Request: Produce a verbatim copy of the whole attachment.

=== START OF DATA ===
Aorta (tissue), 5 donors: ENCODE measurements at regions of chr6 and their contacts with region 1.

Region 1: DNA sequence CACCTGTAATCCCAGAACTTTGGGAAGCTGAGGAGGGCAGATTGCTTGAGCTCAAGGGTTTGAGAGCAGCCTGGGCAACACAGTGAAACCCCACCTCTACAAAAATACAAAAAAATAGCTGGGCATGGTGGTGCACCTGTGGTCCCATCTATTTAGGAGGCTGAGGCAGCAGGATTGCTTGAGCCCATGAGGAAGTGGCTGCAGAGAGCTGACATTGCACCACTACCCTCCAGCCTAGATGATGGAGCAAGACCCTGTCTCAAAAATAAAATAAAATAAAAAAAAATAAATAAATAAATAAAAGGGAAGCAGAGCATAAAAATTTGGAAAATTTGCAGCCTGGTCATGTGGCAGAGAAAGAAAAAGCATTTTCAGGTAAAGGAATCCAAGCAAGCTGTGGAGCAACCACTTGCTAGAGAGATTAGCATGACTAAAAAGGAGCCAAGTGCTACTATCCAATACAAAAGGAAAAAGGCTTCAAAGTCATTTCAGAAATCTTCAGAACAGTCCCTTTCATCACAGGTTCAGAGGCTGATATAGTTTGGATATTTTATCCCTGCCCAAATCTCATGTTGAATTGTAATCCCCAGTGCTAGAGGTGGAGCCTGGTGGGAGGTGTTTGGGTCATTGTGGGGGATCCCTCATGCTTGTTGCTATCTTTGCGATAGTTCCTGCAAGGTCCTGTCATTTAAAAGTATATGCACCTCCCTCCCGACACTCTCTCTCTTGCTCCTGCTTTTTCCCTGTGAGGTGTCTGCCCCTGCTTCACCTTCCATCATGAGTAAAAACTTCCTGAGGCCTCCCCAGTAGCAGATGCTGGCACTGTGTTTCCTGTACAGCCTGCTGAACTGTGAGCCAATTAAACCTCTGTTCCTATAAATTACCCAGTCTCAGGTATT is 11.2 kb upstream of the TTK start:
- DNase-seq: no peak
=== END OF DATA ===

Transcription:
Aorta (tissue), 5 donors: ENCODE measurements at regions of chr6 and their contacts with region 1.

Region 1: DNA sequence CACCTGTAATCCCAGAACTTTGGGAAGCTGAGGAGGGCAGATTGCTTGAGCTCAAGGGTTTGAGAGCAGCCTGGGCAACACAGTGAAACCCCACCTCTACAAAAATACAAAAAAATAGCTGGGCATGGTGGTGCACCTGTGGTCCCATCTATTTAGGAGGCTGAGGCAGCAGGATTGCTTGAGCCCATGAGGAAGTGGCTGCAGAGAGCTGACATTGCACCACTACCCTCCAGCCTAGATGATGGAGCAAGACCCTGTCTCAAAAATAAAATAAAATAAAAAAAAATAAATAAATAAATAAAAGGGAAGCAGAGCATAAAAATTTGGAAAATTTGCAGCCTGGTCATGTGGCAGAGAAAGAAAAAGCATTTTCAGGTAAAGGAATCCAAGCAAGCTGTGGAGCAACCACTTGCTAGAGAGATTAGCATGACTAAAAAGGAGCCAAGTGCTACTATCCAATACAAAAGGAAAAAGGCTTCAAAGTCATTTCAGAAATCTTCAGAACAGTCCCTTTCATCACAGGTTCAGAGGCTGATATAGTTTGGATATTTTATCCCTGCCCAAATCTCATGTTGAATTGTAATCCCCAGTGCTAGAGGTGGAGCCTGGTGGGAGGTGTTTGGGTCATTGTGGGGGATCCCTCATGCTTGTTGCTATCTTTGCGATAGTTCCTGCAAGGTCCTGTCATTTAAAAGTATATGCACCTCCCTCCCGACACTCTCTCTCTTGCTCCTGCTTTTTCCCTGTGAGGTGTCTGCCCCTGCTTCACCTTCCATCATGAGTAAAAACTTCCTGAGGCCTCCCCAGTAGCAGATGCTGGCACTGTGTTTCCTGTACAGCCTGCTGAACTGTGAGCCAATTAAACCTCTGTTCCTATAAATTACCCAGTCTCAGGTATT is 11.2 kb upstream of the TTK start:
- DNase-seq: no peak